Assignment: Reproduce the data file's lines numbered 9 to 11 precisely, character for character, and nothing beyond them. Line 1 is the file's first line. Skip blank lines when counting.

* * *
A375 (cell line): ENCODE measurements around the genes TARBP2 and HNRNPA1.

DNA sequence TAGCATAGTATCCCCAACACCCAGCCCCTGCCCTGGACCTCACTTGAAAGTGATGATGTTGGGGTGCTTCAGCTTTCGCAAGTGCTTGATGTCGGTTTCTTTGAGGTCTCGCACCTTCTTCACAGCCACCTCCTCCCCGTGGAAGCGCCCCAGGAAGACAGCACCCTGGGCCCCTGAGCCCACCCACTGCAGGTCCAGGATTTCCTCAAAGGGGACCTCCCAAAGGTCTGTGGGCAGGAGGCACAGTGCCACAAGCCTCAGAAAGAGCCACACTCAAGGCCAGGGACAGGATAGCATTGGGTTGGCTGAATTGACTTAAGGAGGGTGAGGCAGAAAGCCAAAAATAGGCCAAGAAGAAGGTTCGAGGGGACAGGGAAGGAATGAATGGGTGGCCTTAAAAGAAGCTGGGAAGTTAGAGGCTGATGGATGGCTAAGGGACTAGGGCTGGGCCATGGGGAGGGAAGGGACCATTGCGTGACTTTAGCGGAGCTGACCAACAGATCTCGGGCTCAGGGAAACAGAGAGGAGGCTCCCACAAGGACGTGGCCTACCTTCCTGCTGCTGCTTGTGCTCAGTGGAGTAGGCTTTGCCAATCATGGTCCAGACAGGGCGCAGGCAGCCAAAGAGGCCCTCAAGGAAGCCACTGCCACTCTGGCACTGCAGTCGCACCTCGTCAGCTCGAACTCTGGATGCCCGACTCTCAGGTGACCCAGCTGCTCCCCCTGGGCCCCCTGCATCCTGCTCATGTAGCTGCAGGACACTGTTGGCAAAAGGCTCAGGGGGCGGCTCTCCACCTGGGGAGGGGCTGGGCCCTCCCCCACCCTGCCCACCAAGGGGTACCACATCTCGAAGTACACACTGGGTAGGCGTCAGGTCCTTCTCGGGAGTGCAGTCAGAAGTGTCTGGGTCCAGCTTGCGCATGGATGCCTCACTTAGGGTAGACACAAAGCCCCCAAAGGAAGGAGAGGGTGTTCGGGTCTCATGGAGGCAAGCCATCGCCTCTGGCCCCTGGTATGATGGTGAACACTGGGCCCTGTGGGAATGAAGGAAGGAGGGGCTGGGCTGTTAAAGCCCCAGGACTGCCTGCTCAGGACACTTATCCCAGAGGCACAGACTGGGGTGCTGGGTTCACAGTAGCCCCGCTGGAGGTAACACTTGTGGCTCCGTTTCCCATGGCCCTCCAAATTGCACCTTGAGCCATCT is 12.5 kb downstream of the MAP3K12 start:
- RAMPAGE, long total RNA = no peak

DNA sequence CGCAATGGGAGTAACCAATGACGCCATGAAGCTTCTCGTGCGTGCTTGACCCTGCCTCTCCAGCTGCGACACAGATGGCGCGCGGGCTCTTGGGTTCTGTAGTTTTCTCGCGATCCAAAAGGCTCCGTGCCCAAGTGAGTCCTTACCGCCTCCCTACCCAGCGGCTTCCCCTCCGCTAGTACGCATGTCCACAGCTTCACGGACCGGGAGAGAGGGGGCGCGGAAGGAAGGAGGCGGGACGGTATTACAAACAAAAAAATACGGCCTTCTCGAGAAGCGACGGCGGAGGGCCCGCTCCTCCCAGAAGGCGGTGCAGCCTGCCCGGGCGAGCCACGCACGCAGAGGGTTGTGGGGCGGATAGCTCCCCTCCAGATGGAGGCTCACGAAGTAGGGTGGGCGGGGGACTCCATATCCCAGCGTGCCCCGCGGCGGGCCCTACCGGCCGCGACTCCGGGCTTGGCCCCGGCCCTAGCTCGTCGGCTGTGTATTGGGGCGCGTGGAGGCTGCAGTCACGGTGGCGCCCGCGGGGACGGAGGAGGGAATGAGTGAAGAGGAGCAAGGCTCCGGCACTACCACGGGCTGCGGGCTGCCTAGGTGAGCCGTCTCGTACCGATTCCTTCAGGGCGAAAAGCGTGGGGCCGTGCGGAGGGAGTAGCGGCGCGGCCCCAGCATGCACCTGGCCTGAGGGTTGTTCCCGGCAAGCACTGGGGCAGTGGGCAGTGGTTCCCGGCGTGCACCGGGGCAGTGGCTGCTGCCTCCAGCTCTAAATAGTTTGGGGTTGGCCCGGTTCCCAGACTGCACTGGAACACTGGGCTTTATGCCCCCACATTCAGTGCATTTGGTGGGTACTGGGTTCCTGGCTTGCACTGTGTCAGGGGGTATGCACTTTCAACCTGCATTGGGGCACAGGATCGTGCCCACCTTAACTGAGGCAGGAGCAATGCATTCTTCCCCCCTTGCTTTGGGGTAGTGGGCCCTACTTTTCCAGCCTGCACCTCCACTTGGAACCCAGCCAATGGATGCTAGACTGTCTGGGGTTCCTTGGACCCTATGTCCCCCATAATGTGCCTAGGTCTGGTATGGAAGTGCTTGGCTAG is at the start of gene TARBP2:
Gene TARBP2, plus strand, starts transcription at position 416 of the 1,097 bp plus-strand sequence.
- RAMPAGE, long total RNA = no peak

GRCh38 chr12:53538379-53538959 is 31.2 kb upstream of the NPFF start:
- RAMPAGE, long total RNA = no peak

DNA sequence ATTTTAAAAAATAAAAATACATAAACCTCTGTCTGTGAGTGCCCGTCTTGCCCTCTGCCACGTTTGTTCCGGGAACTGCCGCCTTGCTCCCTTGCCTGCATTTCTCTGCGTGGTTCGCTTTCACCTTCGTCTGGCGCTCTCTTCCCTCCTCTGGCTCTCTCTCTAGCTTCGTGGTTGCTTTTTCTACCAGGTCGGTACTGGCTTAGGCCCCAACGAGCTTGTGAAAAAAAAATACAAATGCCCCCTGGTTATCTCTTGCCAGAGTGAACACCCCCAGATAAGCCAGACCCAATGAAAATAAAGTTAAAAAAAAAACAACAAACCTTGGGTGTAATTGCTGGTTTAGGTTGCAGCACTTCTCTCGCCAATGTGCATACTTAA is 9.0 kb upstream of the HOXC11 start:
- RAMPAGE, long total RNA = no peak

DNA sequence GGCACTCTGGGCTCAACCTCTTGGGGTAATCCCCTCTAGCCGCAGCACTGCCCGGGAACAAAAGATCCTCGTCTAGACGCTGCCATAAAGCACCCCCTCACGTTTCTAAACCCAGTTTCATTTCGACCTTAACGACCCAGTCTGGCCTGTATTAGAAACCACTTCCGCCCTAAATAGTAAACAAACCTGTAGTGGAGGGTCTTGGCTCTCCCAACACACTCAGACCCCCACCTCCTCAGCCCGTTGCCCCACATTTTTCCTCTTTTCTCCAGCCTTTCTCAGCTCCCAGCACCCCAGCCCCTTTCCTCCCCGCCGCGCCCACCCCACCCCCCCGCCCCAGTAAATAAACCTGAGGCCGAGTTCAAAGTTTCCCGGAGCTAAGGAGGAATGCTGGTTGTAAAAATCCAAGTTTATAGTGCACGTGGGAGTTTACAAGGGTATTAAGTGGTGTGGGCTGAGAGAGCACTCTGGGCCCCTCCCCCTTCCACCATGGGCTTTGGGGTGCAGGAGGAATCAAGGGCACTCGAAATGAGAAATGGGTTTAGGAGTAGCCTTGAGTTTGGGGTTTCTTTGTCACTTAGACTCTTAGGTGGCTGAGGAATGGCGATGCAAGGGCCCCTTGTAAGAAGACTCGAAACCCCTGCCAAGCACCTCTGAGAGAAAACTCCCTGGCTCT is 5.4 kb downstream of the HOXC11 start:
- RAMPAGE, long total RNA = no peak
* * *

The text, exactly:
DNA sequence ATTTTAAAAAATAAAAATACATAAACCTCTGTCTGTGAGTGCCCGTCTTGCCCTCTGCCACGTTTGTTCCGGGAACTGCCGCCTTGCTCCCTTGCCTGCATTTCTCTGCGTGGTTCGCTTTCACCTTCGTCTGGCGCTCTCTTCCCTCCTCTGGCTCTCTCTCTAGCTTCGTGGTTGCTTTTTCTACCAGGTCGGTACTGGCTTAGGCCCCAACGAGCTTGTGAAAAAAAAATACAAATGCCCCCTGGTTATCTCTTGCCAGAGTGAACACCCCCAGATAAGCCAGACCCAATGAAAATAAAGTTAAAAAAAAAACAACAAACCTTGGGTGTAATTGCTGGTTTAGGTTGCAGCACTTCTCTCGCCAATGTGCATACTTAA is 9.0 kb upstream of the HOXC11 start:
- RAMPAGE, long total RNA = no peak

DNA sequence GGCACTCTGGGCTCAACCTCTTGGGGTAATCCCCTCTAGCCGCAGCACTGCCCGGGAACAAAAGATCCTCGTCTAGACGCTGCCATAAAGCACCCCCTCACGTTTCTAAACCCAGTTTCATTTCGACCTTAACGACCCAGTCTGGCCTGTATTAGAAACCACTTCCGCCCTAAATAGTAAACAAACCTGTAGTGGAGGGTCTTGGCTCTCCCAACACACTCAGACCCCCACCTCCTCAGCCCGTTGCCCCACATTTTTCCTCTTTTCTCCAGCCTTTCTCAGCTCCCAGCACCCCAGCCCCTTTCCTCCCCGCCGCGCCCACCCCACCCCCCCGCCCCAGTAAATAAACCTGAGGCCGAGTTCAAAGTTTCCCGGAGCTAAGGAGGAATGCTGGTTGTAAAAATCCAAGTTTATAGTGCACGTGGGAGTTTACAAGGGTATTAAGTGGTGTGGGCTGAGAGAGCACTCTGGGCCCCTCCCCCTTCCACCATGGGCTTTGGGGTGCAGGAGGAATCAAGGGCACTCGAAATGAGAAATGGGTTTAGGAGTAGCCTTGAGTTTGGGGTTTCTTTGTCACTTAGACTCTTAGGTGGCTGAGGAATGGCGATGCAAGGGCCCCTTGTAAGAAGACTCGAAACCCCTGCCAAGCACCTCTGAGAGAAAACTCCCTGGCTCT is 5.4 kb downstream of the HOXC11 start: